Lonard can win a major: Newton - Sports News - Fanatics - the world's biggest events

Lonard can win a major: Newton

By Wayne Heming 16/12/2002 07:50:03 PM Comments (0)

Australian golf's man of the moment Peter Lonard had the maturity to win a major, according to respected commentator and tournament host Jack Newton.

Lonard, who captured Australian golf's golden double of the Australian PGA (which he created history by sharing with Jarrod Moseley) at Coolum and the Australian Masters at Huntingdale will close off his most successful year in Newton's 36-hole celebrity Pro-am starting at Twins Waters Resort tomorrow.

Newton believes Lonard's game has improved to the point where he is now strong enough to win a major if he can putt well for four days.

Newton also warned rising young Australian star Aaron Baddeley to quickly ditch the "Tiger trait" of swinging his club in anger which he did on several occasions during the PGA Championship at Coolum, where he had his infamous fluffed tap-in putt.

"Aaron is cool, calm and collected most of the time but then you see him hit a bad shot and then swing the club back the other way, which is a Tiger trait," said Newton.

"It's very unusual. I've seen him play since he was 13 or 14 in junior golf and I've never seen him get like that.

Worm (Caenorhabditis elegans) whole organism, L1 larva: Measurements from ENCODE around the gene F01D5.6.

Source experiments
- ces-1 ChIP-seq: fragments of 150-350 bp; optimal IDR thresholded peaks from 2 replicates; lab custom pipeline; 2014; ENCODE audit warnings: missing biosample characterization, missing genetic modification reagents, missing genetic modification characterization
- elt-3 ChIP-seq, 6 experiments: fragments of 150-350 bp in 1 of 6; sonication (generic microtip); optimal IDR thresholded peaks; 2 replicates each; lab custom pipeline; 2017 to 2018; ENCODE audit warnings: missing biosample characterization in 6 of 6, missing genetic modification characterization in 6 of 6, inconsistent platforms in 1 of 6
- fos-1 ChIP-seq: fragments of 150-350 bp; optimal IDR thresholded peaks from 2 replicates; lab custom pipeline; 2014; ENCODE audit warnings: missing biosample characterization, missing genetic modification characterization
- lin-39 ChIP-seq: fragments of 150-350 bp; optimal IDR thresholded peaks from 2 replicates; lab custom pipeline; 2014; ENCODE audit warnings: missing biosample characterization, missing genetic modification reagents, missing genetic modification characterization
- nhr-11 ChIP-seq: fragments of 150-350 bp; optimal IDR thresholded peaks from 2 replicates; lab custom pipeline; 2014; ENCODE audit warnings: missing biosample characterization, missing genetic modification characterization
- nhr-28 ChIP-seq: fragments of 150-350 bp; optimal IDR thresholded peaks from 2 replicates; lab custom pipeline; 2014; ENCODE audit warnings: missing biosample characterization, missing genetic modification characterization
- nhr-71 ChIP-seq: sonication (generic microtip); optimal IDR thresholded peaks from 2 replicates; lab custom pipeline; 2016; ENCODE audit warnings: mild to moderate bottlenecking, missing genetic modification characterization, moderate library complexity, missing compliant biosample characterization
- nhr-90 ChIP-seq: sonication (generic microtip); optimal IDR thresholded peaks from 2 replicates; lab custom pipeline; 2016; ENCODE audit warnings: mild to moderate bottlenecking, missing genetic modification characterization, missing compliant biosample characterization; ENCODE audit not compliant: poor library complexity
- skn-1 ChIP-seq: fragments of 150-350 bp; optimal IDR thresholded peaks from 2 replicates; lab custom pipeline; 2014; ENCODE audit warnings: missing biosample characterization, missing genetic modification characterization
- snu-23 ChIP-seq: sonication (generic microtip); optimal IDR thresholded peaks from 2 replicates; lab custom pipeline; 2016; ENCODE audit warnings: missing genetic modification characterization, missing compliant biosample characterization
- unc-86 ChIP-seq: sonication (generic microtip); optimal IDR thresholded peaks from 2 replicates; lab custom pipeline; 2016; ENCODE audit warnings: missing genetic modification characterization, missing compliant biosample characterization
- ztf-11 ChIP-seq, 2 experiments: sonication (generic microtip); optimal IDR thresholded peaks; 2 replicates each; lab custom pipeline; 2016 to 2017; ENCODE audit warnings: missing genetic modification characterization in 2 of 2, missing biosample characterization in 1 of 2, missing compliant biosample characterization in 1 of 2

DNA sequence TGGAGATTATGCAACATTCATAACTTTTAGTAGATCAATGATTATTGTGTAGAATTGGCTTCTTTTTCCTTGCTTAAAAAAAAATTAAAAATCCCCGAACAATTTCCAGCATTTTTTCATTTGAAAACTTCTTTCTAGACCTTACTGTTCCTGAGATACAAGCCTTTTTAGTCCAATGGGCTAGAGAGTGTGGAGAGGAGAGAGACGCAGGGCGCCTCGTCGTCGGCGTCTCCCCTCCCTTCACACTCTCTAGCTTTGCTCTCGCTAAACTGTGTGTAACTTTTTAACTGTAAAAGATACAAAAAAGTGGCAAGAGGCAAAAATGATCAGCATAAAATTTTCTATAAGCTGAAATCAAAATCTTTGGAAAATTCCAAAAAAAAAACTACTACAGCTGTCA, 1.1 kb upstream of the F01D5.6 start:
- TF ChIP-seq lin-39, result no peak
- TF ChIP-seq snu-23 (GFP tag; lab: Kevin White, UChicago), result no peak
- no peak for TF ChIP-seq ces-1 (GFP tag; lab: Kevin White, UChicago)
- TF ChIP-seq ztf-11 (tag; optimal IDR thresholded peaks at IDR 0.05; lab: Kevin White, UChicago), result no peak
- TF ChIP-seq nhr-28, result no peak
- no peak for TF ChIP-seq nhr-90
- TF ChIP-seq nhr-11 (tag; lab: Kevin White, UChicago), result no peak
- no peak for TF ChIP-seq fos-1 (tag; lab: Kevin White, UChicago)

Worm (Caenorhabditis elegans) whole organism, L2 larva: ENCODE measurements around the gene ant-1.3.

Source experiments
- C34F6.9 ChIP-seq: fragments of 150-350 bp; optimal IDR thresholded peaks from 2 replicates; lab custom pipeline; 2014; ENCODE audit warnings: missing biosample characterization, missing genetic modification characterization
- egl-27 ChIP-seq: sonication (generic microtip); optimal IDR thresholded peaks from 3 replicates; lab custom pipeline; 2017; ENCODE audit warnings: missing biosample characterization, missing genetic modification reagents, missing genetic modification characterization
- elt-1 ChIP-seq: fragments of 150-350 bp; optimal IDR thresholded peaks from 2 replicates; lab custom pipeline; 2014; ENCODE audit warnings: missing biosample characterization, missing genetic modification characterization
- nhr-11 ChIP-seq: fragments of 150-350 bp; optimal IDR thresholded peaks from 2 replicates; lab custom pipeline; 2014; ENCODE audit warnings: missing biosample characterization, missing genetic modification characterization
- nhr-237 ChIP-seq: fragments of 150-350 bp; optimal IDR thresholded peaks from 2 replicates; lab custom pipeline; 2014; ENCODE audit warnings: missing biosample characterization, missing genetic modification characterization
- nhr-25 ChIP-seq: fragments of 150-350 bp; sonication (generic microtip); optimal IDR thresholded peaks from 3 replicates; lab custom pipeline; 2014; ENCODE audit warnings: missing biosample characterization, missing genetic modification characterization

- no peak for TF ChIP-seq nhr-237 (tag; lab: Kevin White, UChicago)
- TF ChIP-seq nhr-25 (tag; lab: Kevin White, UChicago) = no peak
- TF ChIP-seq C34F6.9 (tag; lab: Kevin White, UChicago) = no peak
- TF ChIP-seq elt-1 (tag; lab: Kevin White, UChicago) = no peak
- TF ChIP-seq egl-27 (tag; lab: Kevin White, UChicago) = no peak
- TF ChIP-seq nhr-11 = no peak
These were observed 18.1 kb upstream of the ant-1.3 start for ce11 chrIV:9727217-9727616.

"At the PGA, he was off the air.

"I thought to myself at the PGA when he did it 'the yanks will laugh him off the golf course if he comes with that caper'.

"As soon the the top yanks see him doing that they'll say 'he's gone, that's one I don't have to beat'."

Newton believes Lonard can carry his great form, in which he made 23 of 24 cuts on the US Tour this year, into 2003 and have a genuine shot at winning one of the four majors, if not next season, then in the years ahead.

"I thought his form in the majors this year spoke for itself," said Newton, who lost a British Open play to American Tom Watson at Carnoustie in the early 1980s.

"I really think he can win a major if he has a good run with the putter.

"Peter's matured while kids like Baddeley and (Adam) Scott are still wet behind the ears.

"Peter has played a lot of golf in Europe and I just think he is starting to realise how good he is.

"He never hits wild shots, that's one of his strongest points. Not a lot can go wrong with his golf swing, it's very tidy, and he is as strong as an ox."

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